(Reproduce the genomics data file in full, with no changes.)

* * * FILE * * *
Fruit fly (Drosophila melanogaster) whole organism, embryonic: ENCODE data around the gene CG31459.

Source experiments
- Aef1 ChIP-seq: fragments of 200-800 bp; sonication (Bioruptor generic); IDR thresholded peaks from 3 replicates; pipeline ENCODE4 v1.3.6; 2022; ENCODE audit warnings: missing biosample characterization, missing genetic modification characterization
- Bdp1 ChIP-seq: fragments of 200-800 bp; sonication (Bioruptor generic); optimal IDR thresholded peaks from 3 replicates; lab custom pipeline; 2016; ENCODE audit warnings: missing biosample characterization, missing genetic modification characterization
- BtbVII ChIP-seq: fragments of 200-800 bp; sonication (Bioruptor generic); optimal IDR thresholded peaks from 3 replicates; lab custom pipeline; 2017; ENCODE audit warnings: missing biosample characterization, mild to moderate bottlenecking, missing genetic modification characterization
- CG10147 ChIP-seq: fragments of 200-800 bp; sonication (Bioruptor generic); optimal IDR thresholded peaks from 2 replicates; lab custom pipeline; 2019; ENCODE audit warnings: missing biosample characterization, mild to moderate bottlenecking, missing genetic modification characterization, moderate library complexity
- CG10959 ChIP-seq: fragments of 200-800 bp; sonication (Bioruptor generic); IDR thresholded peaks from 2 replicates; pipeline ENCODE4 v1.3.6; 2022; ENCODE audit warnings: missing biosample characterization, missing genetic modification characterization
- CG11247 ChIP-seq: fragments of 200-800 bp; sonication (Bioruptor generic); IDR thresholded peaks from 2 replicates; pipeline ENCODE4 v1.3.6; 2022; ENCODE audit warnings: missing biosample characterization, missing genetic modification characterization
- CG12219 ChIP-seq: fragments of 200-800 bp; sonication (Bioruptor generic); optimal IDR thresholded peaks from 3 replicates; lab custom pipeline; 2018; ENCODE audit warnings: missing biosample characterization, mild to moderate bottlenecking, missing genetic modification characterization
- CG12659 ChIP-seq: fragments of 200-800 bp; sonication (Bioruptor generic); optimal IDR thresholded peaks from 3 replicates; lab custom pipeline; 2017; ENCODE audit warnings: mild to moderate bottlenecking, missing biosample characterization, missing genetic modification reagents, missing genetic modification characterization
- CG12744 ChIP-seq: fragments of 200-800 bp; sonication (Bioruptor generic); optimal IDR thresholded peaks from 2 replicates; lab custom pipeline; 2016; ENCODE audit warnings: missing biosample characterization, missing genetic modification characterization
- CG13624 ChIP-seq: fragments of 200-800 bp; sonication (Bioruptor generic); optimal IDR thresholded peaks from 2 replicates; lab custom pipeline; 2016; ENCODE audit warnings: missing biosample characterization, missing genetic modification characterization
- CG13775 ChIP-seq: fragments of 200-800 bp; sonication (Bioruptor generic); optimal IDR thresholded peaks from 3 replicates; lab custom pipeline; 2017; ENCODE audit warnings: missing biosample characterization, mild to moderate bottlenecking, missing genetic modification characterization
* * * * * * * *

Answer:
Fruit fly (Drosophila melanogaster) whole organism, embryonic: ENCODE data around the gene CG31459.

Source experiments
- Aef1 ChIP-seq: fragments of 200-800 bp; sonication (Bioruptor generic); IDR thresholded peaks from 3 replicates; pipeline ENCODE4 v1.3.6; 2022; ENCODE audit warnings: missing biosample characterization, missing genetic modification characterization
- Bdp1 ChIP-seq: fragments of 200-800 bp; sonication (Bioruptor generic); optimal IDR thresholded peaks from 3 replicates; lab custom pipeline; 2016; ENCODE audit warnings: missing biosample characterization, missing genetic modification characterization
- BtbVII ChIP-seq: fragments of 200-800 bp; sonication (Bioruptor generic); optimal IDR thresholded peaks from 3 replicates; lab custom pipeline; 2017; ENCODE audit warnings: missing biosample characterization, mild to moderate bottlenecking, missing genetic modification characterization
- CG10147 ChIP-seq: fragments of 200-800 bp; sonication (Bioruptor generic); optimal IDR thresholded peaks from 2 replicates; lab custom pipeline; 2019; ENCODE audit warnings: missing biosample characterization, mild to moderate bottlenecking, missing genetic modification characterization, moderate library complexity
- CG10959 ChIP-seq: fragments of 200-800 bp; sonication (Bioruptor generic); IDR thresholded peaks from 2 replicates; pipeline ENCODE4 v1.3.6; 2022; ENCODE audit warnings: missing biosample characterization, missing genetic modification characterization
- CG11247 ChIP-seq: fragments of 200-800 bp; sonication (Bioruptor generic); IDR thresholded peaks from 2 replicates; pipeline ENCODE4 v1.3.6; 2022; ENCODE audit warnings: missing biosample characterization, missing genetic modification characterization
- CG12219 ChIP-seq: fragments of 200-800 bp; sonication (Bioruptor generic); optimal IDR thresholded peaks from 3 replicates; lab custom pipeline; 2018; ENCODE audit warnings: missing biosample characterization, mild to moderate bottlenecking, missing genetic modification characterization
- CG12659 ChIP-seq: fragments of 200-800 bp; sonication (Bioruptor generic); optimal IDR thresholded peaks from 3 replicates; lab custom pipeline; 2017; ENCODE audit warnings: mild to moderate bottlenecking, missing biosample characterization, missing genetic modification reagents, missing genetic modification characterization
- CG12744 ChIP-seq: fragments of 200-800 bp; sonication (Bioruptor generic); optimal IDR thresholded peaks from 2 replicates; lab custom pipeline; 2016; ENCODE audit warnings: missing biosample characterization, missing genetic modification characterization
- CG13624 ChIP-seq: fragments of 200-800 bp; sonication (Bioruptor generic); optimal IDR thresholded peaks from 2 replicates; lab custom pipeline; 2016; ENCODE audit warnings: missing biosample characterization, missing genetic modification characterization
- CG13775 ChIP-seq: fragments of 200-800 bp; sonication (Bioruptor generic); optimal IDR thresholded peaks from 3 replicates; lab custom pipeline; 2017; ENCODE audit warnings: missing biosample characterization, mild to moderate bottlenecking, missing genetic modification characterization